|PDB structures||RCSB PDB PDBe PDBsum|
|Gene Ontology||AmiGO / EGO|
Flavin reductase is in a class of enzymes which catalyzes the reduction of a substrate. There are a variety of flavin reductases, (i.e. FRP, FRE, FRG, etc.) which bind free flavins and through hydrogen bonding, catalyze the reduction of these molecules to a reduced flavin. Riboflavin, or vitamin B, and flavin mononucleotide are two of the most well known flavins in the body and are used in a variety of processes which include metabolism of fat and ketones and the reduction of methemoglobin in erythrocytes. Flavin reductases are similar and often confused for ferric reductases because of their similar catalytic mechanism and structures.
riboflavin + NADPH + H+ reduced riboflavin + NADP + H+
This enzyme belongs to the family of oxidoreductases, specifically those acting on the CH-NH group of donors with NAD+ or NADP+ as acceptor. The systematic name of this enzyme class is reduced-riboflavin:NADP+ oxidoreductase. Other names in common use include NADPH:flavin oxidoreductase, riboflavin mononucleotide (reduced nicotinamide adenine dinucleotide, phosphate) reductase, flavin mononucleotide reductase, flavine mononucleotide reductase, FMN reductase (NADPH), NADPH-dependent FMN reductase, NADPH-flavin reductase, NADPH-FMN reductase, NADPH-specific FMN reductase, riboflavin mononucleotide reductase, riboflavine mononucleotide reductase, NADPH2 dehydrogenase (flavin), and NADPH2:riboflavin oxidoreductase.
Structures of reactants and products
Flavin reductase is a dimer made up of two subunits. Each subunit is similar. Flavin reductase P, FRP, was studied by Tanner, Lei, Tu and Krause and was discovered to have a structure made up of two subunits each containing a sandwich domain and an excursion domain. The excursion domains of each subunit reach out to connect the sandwich domain of the other subunit. This creates a large hydrophobic core in flavin reductase The enzyme has two binding sites, one for NADPH and one for the flavin mononucleotide substrate. The isoalloxazine ring of flavin mononucleotide is where reduction occurs. Therefore, this is where flavin creates a variety of hydrogen bonds to connect to the amino acid side chains of flavin reductase. Side chains 167–169 in FRP block the isoalloxazine ring in FAD from binding the enzyme, making FRP an FMN specific flavin reductase. The placement of methyl groups in the isoalloxazine ring can also have an effect on the binding and specificity of the enzyme for substrate. There is a depletion of a C-terminal extension that allows for the binding of NADPH, and studies show that if it is removed, it is depleted, catalytic activity increases.
The mechanism of the flavin reductase process is described above and most likely follows the ping pong kinetic pattern. This means that it is a bisubstrate-biproduct mechanism. First the flavin reductase enzyme binds NADPH and stabilizes the release of the hydride. Because of sterics, it is not possible for the enzyme to bind both NADPH and the flavin. For this reason, NADP+ is released and then the flavin substrate is bound to the enzyme. In this step, the hydride attacks Nitrogen on the flavin, which allows for another protonation. Then, reduced flavin is released from flavin reductase as the second product. In this way, the reduction of flavin is dependent on flavin reductase binding first to NADPH, or in some cases NADH.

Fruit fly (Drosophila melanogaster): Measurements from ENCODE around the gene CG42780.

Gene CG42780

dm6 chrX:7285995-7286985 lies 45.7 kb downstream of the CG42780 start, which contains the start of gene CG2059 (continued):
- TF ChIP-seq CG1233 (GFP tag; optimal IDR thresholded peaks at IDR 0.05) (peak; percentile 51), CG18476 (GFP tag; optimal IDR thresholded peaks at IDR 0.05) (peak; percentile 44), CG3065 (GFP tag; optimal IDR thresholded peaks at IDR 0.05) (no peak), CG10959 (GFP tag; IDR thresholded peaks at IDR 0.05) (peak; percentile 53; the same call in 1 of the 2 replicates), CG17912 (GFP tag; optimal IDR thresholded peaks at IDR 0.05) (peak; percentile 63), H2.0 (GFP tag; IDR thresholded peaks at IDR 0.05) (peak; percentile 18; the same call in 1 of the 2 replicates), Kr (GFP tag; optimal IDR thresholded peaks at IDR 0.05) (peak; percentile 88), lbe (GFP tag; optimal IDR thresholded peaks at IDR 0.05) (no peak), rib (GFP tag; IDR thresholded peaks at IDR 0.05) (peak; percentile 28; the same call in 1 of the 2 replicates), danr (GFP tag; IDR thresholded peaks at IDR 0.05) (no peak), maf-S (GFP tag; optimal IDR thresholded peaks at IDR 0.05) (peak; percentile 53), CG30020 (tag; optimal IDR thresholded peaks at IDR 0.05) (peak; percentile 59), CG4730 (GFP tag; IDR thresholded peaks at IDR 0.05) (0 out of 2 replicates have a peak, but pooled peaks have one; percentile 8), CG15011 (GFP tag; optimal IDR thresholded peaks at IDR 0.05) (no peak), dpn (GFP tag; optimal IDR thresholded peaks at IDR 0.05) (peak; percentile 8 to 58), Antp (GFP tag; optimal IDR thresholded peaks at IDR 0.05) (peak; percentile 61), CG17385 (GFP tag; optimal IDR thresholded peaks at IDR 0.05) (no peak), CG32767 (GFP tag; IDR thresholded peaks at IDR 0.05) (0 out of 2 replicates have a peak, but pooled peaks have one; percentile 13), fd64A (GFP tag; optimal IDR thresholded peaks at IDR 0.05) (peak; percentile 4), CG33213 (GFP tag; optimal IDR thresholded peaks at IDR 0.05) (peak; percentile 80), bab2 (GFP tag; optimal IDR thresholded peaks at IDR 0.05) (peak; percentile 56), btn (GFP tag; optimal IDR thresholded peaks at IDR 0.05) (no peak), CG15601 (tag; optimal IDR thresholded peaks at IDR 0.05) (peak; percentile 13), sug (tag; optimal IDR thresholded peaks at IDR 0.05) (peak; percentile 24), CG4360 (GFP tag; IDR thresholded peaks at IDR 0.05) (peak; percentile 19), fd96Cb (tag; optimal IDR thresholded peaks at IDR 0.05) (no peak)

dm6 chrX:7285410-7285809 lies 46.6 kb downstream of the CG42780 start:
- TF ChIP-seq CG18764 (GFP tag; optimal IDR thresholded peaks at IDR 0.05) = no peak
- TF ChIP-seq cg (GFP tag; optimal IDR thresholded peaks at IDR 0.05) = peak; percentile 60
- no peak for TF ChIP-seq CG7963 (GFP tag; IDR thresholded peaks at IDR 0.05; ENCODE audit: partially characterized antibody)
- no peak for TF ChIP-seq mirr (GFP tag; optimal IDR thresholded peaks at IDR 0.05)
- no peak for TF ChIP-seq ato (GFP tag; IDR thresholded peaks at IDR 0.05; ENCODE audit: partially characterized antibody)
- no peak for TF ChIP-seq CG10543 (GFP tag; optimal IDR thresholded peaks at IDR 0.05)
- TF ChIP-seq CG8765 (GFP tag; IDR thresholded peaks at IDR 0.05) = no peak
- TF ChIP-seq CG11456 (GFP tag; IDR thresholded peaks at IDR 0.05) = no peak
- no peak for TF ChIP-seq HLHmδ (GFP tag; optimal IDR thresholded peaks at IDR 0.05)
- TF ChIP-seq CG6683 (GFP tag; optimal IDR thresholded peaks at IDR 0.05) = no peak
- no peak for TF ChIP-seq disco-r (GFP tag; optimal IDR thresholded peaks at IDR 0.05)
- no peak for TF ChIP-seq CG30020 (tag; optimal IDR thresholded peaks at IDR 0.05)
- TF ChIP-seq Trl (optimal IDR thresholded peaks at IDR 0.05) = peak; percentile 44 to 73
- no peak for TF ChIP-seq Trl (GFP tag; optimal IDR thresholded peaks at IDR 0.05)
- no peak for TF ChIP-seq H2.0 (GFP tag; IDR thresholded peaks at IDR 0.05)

Flavin reductases exist in a variety of organisms, including animals and bacteria. In luminous organisms, flavin reductase is important in the luciferase process. In an experiment with P. fischeri and B. harveyi cells, bioluminescence was increased as the in vivo concentration of flavin reductase was increased. This suggests a connection between either a flavin reductase-luciferase complex or reduced flavin and the luminescence process in bacteria. The bacteria oxidize the reduced flavin mononucleotide to oxidized FMN and transfer it through free fusion to generate light.
It has also been suggested that flavin reductases play a role in the production of hydrogen peroxide. This would be biologically helpful as H2O2 assists the body in maintaining homeostatic microbiota. A study showed that women with lactobacillus that produced hydrogen peroxide were less likely to develop bacterial vaginosis prebirth. It was also seen in Trichomonas vaginalis that decreased levels of flavin reductase increased the cycling of metronidazole because flavin reductase has an antioxidative effect, which decreases oxygen levels, maintaining the metronidazole population.
Future of the enzyme
Currently, it is seen that bacterial flavin reductase can be used to sensitize carcinomas, or tumors to pro drugs. At first, flavin reductases were used to target the hypoxia of tumors. However, current research is showing an interest in these reductase molecules, specifically, MSuE from Pseudomonas aeruginosa which has been shown to increase the effectiveness of the prodrugs for cancerous tumors. A dual flavin reductase has been shown to participate in the activation of anticancer drugs. There are also molecules that when oxidized can be carcinogenic. In this case, it is helpful to have flavin reductase to reduce these molecules, such as carcinogenic chromate.
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